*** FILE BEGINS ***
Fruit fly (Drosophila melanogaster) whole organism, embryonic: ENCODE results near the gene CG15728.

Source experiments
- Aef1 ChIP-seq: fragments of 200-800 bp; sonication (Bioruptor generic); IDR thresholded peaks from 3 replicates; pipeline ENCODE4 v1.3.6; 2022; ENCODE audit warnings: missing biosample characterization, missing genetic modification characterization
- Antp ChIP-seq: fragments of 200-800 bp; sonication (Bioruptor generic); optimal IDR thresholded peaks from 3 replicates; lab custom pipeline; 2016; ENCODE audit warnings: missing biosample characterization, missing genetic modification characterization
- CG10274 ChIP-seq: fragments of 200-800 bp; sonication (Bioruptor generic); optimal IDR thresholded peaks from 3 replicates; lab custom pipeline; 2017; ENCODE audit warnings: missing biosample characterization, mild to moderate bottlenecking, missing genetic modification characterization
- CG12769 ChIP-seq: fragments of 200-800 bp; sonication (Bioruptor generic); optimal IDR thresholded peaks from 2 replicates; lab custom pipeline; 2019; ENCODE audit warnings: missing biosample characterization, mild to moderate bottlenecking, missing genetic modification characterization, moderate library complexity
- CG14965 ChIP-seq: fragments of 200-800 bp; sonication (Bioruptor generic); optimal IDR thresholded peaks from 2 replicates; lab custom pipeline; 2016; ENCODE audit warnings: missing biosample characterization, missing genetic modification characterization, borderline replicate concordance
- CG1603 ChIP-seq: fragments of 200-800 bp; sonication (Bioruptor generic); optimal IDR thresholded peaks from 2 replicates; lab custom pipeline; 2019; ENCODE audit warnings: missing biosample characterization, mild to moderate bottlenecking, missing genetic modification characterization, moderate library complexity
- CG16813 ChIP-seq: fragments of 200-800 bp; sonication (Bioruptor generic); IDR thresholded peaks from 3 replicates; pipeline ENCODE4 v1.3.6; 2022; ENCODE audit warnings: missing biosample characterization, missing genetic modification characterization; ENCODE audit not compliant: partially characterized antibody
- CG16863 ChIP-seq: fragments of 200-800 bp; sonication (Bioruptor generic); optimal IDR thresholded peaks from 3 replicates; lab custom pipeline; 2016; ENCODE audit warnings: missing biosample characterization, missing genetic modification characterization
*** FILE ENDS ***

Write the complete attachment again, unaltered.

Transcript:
Fruit fly (Drosophila melanogaster) whole organism, embryonic: ENCODE results near the gene CG15728.

Source experiments
- Aef1 ChIP-seq: fragments of 200-800 bp; sonication (Bioruptor generic); IDR thresholded peaks from 3 replicates; pipeline ENCODE4 v1.3.6; 2022; ENCODE audit warnings: missing biosample characterization, missing genetic modification characterization
- Antp ChIP-seq: fragments of 200-800 bp; sonication (Bioruptor generic); optimal IDR thresholded peaks from 3 replicates; lab custom pipeline; 2016; ENCODE audit warnings: missing biosample characterization, missing genetic modification characterization
- CG10274 ChIP-seq: fragments of 200-800 bp; sonication (Bioruptor generic); optimal IDR thresholded peaks from 3 replicates; lab custom pipeline; 2017; ENCODE audit warnings: missing biosample characterization, mild to moderate bottlenecking, missing genetic modification characterization
- CG12769 ChIP-seq: fragments of 200-800 bp; sonication (Bioruptor generic); optimal IDR thresholded peaks from 2 replicates; lab custom pipeline; 2019; ENCODE audit warnings: missing biosample characterization, mild to moderate bottlenecking, missing genetic modification characterization, moderate library complexity
- CG14965 ChIP-seq: fragments of 200-800 bp; sonication (Bioruptor generic); optimal IDR thresholded peaks from 2 replicates; lab custom pipeline; 2016; ENCODE audit warnings: missing biosample characterization, missing genetic modification characterization, borderline replicate concordance
- CG1603 ChIP-seq: fragments of 200-800 bp; sonication (Bioruptor generic); optimal IDR thresholded peaks from 2 replicates; lab custom pipeline; 2019; ENCODE audit warnings: missing biosample characterization, mild to moderate bottlenecking, missing genetic modification characterization, moderate library complexity
- CG16813 ChIP-seq: fragments of 200-800 bp; sonication (Bioruptor generic); IDR thresholded peaks from 3 replicates; pipeline ENCODE4 v1.3.6; 2022; ENCODE audit warnings: missing biosample characterization, missing genetic modification characterization; ENCODE audit not compliant: partially characterized antibody
- CG16863 ChIP-seq: fragments of 200-800 bp; sonication (Bioruptor generic); optimal IDR thresholded peaks from 3 replicates; lab custom pipeline; 2016; ENCODE audit warnings: missing biosample characterization, missing genetic modification characterization